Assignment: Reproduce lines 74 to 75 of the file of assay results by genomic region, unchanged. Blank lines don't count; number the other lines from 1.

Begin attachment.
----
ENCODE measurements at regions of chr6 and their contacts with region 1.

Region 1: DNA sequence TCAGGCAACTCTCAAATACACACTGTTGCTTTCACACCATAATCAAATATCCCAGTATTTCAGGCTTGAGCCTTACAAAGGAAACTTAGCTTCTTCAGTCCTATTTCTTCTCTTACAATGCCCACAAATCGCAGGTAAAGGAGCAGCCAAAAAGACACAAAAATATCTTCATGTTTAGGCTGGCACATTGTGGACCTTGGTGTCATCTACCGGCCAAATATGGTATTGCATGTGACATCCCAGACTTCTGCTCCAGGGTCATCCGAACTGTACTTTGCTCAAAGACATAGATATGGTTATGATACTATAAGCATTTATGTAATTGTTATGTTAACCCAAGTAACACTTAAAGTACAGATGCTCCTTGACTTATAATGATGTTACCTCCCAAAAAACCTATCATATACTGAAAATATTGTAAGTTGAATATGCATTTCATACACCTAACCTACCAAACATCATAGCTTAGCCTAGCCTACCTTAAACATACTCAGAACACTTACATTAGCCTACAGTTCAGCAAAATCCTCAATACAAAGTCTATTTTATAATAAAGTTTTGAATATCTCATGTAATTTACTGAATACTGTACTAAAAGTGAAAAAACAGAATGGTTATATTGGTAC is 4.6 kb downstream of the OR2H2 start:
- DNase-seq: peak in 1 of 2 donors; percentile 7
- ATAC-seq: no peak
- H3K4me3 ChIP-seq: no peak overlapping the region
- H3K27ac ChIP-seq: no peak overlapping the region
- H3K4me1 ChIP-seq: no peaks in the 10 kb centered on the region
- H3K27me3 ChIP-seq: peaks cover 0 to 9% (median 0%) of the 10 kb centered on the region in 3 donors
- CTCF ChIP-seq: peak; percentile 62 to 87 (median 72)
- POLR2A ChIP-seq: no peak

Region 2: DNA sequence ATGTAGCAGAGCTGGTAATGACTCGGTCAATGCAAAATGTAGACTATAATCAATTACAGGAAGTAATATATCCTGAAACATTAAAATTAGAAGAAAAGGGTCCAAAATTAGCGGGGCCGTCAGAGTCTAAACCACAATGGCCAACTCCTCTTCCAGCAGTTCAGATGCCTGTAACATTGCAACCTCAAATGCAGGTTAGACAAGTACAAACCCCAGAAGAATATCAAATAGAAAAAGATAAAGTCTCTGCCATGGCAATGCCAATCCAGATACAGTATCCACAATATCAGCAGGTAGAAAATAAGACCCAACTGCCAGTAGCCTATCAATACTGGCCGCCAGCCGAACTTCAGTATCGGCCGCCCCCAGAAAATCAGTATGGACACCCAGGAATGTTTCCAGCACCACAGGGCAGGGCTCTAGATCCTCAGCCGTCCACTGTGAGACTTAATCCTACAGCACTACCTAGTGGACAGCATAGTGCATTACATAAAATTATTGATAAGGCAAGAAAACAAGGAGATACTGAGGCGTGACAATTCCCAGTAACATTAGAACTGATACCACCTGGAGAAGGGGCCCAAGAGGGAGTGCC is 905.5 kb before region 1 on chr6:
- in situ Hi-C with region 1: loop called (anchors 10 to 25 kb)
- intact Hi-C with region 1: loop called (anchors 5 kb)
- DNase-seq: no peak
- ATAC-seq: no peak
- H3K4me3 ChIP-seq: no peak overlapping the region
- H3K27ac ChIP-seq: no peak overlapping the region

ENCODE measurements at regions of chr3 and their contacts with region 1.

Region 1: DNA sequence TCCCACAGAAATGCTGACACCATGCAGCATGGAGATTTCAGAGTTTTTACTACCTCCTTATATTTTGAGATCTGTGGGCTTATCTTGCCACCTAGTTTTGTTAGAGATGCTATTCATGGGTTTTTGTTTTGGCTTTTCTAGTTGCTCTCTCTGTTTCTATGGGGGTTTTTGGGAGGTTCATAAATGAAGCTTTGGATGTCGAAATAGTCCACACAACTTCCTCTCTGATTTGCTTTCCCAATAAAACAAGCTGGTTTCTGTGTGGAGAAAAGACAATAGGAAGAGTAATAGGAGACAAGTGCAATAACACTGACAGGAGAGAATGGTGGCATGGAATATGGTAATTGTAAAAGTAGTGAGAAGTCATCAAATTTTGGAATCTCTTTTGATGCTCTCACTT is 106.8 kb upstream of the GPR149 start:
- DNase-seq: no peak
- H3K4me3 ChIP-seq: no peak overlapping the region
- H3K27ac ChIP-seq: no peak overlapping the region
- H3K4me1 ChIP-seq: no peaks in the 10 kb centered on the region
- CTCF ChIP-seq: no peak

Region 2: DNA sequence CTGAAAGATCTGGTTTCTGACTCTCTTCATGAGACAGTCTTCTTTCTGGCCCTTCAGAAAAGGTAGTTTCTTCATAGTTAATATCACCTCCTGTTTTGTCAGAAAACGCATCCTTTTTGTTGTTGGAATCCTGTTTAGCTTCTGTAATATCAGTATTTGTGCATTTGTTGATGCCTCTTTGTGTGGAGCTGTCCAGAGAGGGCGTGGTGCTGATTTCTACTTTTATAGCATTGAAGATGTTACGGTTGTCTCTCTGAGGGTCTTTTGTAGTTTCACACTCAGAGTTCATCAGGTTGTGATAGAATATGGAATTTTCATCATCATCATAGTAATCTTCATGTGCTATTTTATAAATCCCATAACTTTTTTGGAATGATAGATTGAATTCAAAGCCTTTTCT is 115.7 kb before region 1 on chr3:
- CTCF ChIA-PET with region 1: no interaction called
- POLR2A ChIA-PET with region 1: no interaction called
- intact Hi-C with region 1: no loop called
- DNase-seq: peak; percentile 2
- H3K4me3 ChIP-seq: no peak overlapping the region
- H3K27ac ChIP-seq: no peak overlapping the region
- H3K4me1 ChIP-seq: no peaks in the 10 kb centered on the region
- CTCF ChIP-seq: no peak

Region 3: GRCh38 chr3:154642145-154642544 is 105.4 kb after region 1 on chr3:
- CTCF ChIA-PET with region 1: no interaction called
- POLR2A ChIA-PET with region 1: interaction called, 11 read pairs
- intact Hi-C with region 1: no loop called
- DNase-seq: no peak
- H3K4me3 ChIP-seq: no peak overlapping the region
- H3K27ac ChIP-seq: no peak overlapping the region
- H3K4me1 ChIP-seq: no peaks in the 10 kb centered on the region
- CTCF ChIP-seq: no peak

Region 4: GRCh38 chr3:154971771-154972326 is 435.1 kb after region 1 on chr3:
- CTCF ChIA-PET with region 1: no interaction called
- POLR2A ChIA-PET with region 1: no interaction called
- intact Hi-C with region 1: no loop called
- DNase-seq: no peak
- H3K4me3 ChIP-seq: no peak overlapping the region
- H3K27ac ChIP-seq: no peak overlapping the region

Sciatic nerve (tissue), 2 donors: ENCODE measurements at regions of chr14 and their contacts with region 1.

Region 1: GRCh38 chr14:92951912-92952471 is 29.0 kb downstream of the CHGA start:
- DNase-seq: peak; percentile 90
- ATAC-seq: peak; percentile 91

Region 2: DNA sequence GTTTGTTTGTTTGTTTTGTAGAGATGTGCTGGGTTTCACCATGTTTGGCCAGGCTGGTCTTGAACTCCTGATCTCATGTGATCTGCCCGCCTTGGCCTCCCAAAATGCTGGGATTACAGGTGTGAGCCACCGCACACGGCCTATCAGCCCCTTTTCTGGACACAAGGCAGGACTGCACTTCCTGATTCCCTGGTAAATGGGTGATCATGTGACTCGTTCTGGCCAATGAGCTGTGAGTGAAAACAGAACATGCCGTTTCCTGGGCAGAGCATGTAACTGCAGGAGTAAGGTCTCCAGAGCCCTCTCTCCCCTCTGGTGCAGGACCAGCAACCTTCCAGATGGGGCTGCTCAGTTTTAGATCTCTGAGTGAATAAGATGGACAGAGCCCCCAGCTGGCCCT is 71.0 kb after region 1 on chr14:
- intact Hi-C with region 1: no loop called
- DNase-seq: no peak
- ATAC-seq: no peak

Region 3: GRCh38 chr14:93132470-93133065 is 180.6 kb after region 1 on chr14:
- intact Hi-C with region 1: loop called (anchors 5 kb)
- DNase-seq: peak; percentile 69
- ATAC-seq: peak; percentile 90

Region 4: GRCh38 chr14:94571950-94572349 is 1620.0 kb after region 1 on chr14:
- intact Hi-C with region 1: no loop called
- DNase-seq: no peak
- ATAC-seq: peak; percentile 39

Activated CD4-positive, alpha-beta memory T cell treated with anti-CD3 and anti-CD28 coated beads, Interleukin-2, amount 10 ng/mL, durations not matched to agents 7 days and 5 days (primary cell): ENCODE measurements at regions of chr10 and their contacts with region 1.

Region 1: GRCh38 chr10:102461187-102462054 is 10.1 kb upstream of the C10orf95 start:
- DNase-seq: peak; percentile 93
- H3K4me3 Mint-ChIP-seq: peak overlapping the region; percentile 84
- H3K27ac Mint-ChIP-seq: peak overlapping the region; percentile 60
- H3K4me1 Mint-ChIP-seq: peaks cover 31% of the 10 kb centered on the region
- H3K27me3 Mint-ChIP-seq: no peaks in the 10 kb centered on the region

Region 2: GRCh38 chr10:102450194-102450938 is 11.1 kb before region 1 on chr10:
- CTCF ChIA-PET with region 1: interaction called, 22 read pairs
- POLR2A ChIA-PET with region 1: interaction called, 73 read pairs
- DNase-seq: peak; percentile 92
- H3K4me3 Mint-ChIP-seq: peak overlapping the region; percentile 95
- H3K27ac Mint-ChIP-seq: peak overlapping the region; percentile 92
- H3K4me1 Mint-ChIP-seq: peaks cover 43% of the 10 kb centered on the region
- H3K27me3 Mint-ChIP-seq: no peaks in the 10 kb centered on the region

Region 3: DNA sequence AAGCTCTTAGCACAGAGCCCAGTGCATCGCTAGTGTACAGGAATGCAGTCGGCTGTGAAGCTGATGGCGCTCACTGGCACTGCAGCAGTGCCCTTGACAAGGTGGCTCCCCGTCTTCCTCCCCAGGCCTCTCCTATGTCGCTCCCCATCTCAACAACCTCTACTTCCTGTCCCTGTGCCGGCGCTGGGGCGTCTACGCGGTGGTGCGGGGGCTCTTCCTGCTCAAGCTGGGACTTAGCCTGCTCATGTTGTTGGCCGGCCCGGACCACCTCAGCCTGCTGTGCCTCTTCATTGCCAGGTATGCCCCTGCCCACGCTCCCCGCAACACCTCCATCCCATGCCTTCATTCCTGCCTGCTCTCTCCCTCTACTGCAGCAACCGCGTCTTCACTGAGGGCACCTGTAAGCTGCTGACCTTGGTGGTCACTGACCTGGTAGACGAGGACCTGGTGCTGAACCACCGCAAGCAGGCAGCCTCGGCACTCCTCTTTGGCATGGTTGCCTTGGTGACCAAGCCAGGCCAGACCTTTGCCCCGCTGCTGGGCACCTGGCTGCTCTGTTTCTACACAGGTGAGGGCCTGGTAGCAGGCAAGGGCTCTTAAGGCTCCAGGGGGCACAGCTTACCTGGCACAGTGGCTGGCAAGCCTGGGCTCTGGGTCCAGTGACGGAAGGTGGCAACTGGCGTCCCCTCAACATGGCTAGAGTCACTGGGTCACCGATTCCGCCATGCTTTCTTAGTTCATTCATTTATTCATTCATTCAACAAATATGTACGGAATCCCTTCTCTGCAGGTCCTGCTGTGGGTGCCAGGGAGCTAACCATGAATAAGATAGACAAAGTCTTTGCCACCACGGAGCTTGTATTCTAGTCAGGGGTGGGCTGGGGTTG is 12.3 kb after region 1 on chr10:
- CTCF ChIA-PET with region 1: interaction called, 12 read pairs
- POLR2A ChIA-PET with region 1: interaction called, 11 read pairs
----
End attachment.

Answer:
- CTCF ChIA-PET with region 1: interaction called, 22 read pairs
- POLR2A ChIA-PET with region 1: interaction called, 73 read pairs